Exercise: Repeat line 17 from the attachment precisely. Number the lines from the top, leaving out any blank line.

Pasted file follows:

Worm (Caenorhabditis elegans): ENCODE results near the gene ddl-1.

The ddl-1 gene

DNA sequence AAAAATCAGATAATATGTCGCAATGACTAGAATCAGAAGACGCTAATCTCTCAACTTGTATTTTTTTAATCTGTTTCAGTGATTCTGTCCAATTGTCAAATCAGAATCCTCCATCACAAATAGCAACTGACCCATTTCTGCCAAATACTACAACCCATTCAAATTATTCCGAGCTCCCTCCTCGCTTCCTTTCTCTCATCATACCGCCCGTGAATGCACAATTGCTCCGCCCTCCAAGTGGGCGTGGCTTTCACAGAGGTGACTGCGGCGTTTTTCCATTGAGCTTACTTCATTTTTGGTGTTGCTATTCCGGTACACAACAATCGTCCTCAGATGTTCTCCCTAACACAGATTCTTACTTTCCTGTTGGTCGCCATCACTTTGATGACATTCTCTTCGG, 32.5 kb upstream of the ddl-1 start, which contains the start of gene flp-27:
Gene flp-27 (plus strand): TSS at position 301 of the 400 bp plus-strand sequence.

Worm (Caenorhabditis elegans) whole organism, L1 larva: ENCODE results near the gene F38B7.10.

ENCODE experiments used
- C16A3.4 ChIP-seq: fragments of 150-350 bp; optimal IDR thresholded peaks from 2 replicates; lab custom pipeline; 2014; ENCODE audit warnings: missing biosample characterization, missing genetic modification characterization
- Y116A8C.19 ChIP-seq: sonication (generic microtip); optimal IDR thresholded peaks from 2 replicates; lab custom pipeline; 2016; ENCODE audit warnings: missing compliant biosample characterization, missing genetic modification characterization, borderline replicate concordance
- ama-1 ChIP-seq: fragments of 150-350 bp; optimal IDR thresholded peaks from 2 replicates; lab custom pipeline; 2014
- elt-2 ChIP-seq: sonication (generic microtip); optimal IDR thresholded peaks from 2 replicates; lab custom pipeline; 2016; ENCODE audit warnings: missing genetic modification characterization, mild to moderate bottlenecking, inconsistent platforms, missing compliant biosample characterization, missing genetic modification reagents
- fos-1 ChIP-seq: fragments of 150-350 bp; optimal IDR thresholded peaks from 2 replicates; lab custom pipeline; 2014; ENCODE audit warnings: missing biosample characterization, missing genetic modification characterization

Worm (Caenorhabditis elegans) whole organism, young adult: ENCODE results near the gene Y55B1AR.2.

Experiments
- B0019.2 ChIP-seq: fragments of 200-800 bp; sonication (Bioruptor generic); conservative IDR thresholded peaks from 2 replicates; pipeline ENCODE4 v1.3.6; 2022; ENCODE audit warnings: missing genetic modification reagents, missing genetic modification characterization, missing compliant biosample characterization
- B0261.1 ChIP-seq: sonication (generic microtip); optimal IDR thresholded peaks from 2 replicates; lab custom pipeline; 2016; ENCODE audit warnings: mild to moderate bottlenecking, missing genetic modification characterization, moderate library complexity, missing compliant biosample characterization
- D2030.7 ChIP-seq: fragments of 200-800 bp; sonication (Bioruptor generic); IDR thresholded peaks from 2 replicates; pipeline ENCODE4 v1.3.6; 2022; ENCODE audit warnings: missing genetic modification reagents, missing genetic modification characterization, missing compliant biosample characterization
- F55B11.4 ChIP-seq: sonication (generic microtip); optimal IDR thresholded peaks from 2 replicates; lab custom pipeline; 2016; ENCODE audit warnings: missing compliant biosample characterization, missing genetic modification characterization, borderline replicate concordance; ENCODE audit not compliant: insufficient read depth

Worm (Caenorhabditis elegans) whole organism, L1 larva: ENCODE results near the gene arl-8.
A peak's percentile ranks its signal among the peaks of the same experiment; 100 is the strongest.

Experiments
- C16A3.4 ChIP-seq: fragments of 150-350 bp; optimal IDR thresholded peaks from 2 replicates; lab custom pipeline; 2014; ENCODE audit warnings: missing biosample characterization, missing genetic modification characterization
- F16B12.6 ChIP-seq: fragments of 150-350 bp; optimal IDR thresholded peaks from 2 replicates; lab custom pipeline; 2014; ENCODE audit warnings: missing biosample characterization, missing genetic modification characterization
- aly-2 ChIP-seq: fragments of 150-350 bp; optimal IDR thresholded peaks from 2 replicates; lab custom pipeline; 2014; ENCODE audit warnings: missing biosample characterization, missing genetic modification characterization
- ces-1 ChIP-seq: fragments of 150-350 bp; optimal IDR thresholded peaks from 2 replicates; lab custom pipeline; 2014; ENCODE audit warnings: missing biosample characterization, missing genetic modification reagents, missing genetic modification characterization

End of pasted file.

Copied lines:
- F55B11.4 ChIP-seq: sonication (generic microtip); optimal IDR thresholded peaks from 2 replicates; lab custom pipeline; 2016; ENCODE audit warnings: missing compliant biosample characterization, missing genetic modification characterization, borderline replicate concordance; ENCODE audit not compliant: insufficient read depth